If I do buy a house, these portfolio updates may transition to net worth updates. I’d like to see a big picture view of all my assets once a house comes into play but that’s a decision for another day.
Let’s take a look at my asset allocation.
Bonds and REITs were the laggards last month and they’re still trailing. Now, small and mid-caps join them alongside the emerging markets this month.
Here’s a breakdown of each asset class versus target.
- US Large Cap at 43.25% versus 42.5% target(+0.75%)
- US Mid Cap at 9.77% versus 10% target(-0.23%)
- U.S. Small Cap at 9.82% versus 10% target(-0.18%)
- US REIT at 9.80% versus 10% target(-0.20%)
- International Developed at 15.12% versus 15% target(+0.12%)
- International Emerging at 4.92% versus 5% target(-0.08%)
- US Bonds at 7.33% versus 7.5% target(-0.17%)
US large cap shoots up quite a bit due to my ESPP purchase which sends some of the other areas out of whack.
The ESPP my company offers is a great deal as it’s a 15% discount to the lower of two prices(the ending of or start of the ESPP period) and that means I can buy the stock with at least a 15% discount but often a far bigger discount if the stock rises during the period. There’s also no holding period so I can say right away.
I haven’t sold yet but until I do, the large cap will skew the weighing a bit. I generally don’t hold my company stock since I already have my paycheck tied up here and don’t want my savings tied up here as well.
As long as stocks continued performing well and if interest rates creep up, bonds and REITs will continue to lag the other asset classes in the near term so that’s what I’ll likely be buying for a while. The strong US dollar may also mean decent performance from international countries and mixed results from US companies that do a lot of business overseas.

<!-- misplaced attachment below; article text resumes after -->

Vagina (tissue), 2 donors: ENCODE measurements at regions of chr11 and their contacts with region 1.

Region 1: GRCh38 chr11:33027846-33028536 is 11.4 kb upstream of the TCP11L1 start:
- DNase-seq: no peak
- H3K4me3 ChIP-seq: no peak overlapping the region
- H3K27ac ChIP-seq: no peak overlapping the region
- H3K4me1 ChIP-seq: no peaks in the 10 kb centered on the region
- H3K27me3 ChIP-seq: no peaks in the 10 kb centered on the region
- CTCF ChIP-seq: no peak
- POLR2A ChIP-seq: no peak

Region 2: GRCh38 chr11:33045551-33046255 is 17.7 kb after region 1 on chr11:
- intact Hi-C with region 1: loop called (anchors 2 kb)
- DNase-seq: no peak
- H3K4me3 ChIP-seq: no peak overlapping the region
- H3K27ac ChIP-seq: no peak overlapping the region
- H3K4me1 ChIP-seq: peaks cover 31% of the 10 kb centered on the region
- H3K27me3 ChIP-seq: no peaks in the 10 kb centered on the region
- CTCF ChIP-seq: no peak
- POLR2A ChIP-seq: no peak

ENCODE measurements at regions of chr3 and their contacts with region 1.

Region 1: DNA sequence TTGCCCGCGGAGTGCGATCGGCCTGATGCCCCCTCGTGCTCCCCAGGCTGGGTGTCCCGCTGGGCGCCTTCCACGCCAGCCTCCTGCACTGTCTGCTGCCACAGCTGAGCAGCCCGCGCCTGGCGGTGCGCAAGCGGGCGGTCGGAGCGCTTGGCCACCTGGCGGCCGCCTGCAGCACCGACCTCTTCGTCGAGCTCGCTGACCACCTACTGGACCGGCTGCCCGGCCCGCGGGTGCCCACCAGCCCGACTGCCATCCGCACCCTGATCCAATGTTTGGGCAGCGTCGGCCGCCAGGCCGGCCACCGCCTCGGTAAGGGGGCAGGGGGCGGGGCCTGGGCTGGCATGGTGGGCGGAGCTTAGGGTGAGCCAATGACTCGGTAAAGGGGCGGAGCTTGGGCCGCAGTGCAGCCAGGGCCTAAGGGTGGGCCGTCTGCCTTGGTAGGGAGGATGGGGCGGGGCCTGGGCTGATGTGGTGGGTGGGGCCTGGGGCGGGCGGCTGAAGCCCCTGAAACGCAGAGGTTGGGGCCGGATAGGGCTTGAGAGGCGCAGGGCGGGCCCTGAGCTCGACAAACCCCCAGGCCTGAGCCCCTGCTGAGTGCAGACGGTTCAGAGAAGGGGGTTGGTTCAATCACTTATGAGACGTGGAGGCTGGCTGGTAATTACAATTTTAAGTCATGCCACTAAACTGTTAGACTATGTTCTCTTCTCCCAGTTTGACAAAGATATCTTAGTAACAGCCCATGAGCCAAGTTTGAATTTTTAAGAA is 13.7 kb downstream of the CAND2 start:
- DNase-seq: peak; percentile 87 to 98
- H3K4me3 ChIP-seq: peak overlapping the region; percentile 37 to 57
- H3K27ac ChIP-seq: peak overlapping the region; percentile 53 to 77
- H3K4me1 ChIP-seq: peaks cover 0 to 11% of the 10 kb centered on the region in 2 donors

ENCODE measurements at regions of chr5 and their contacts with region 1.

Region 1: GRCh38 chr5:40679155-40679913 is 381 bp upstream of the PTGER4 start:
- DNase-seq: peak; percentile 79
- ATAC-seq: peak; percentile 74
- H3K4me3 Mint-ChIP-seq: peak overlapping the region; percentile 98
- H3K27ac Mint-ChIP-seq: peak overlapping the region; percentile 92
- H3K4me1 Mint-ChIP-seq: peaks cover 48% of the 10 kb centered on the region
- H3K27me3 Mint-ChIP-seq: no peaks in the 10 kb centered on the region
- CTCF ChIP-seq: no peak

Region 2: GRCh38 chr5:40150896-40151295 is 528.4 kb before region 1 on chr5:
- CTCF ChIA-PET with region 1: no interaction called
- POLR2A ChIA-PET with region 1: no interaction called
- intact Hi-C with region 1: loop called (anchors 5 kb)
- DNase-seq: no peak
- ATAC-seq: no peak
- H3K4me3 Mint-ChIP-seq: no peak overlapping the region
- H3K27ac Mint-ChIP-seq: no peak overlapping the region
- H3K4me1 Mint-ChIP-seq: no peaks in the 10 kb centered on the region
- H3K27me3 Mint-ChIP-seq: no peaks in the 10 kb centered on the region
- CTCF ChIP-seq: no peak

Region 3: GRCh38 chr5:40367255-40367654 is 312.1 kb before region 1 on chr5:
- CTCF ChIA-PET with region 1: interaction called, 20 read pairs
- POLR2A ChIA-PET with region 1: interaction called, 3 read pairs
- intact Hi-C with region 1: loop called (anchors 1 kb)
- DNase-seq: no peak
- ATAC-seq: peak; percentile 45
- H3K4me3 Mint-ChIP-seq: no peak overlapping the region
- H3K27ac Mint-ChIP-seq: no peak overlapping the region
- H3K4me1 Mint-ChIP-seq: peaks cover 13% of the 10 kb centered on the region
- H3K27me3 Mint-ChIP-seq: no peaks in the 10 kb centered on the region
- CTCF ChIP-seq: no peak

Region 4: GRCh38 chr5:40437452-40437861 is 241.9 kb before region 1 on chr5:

The plan for next month is as follows.
- Sell ESPP shares
- Buy US bonds, REITs, mid cap and small cap to fix shortfall
That’s it for this month. It’s good to see another positive month and to remain close to my targets on my asset allocation plan.
How was the latest month for your portfolio? Are things looking good on your end as well?
Congrats on the 10th month of growth! Will a house purchase change your view of asset allocation e.g. would you consider your house as part of Real Estate in your asset allocation? That’s one of the reasons why I’ve avoided REITs in my portfolio.
I’m recently more persuaded of not paying down my mortgage with extra money, so I’m back to investing the additional contributions I was making instead.
I’m not sure if I’ll cut back on REITs. I don’t really see the house as an investment and more as a hedge against future rental costs. I’m not sure they share similar return qualities either so I’ll probably keep my REIT exposure.
I can see the appeal of investing versus paying down the mortgage(the long term return is probably better) but I have all this cash laying around and I’m just not all that excited about buying a ton of individual securities in the near term for some reason.
Tim Kim @ Tub of Cash
Nice, you’re almost to half a mil! Which is something that the majority of people in this world will never hit, so congratulations in advance to all that you’ve already accomplished!